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District Court of Appeal, Second District, Division 1, California.

Muriel Martha ADAMS, Lorra Ethel Briscoe, Frances Pauline Moore and Reginald Lyon Dyer, Appellants, v. Heyward J. DYER, Respondent.

Civ. 20226.

Decided: November 23, 1954

Theodore E. Bowen, Los Angeles, for appellants. Lane & Lane, Donald P. Lane, Long Beach, for respondent.

This is an action in declaratory relief. The pleadings consist of the complaint answer, cross-complaint, and the answer to the cross-complaint. The court decided for the defendant and the plaintiffs appeal.

The parties to the action are brothers and sisters.

As appellants' brief recites, ‘In 1929 the father, Holmes Heyward Dyer, invented and in 1931 patented a certain device which he then called, and which he manufactured and sold during his lifetime under the commercial name of ‘Oil Weigh Meter.’ After his death in 1943 the invention and commercial business were, by decree of distribution in his estate, distributed to Jessie P. Dyer, the mother of the parties to this litigation. She thereupon carried on the business of manufacturing, selling and distributing the said ‘Oil Weigh Meter,’ and continued to do so until her death in 1946. By will she left all of her property to her six children, share and share alike. During the administration of the mother's estate the business was carried on by her executor. Her estate was about to be distributed when all of the children, her heirs, entered into the contract which is the subject of this action and appeal. It will be noted that this contract was entered into on April 26, 1947, just two days prior to the Decree of Distribution. It must be conceded that said contract was entered into as a practical way of carrying on the family business, which contract in effect provided that two of the brothers, Heyward J. Dyer, the respondent herein, and Allison C. Dyer would carry on the business of manufacturing and selling the Oil Weigh Meter and pay to each of the other brothers and sisters a one per cent royalty.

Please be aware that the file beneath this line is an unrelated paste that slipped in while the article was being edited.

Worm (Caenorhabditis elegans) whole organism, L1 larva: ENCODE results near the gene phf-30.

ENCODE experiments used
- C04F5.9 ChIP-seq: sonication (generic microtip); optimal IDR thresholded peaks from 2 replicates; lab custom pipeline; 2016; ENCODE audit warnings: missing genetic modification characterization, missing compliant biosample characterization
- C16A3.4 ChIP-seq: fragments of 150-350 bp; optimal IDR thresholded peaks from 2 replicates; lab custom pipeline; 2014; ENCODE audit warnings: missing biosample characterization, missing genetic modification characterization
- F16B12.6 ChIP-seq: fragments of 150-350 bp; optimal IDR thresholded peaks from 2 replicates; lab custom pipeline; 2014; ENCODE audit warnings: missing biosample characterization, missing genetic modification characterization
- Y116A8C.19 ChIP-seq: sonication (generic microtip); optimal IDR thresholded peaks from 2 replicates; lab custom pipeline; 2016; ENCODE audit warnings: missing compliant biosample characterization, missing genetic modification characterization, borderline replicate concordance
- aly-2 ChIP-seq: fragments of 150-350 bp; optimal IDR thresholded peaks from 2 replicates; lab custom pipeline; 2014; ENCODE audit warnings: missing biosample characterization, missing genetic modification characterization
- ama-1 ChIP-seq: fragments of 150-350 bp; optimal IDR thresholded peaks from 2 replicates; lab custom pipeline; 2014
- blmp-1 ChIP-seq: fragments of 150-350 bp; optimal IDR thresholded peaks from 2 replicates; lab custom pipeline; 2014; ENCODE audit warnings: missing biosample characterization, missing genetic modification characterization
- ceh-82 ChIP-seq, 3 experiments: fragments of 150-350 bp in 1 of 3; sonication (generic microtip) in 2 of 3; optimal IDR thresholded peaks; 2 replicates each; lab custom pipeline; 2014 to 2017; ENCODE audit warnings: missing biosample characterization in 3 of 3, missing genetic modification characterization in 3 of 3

‘The contract provides, ‘Said payments shall continue so long as said Oil Weigh Meters are manufactured and sold by the said parties of the first part or their assigns or successors in interest.’

‘Although the defendant Heyward J. Dyer continues to have manufactured and sell the Oil Weigh Meters, he seeks to avoid the obligation of the contract on the ground that a partnership between Allison C. Dyer and himself was dissolved on March 20, 1950, and that since said date he has been operating the business alone. Royalties up to that date were paid to the plaintiffs.

‘Respondent's contention is based upon the fact that at the same time the contract at issue was executed, the respondent and his brother, Allison C. Dyer, as between themselves, entered into a partnership contract. In an action brought by respondent Heyward J. Dyer against his partner Allison C. Dyer, the court therein adjudged a dissolution of that partnership on March 20, 1950. It is upon this judgment of dissolution that the court in the case at bar found that the instant contract was terminated. While there is nothing in the judgment of dissolution referring to the obligations of the respective partners to the appellants herein, the court after the trial of the instant case found that the dissolution of partnership terminated the contract with the appellants. The judgment was expressly based upon the same grounds.’

The only issue is, as recited in respondent's brief, ‘Did the contract between Appellants, on the one hand, and the Respondent and his brother Allison on the other, terminate upon the dissolution of the copartnership on March 20, 1950, and if so, is there any evidence or law to sustain the findings of the Court that such contract did terminate on such date?’ As pointed out by appellant, ‘There is no substantial conflict of evidence in this case on the question presented to this court. The appeal presents purely a matter of law, to-wit, the interpretation and construction of the contract dated April 26, 1947, and the determination as to whether or not the undisputed facts show any termination or ending of said contract.’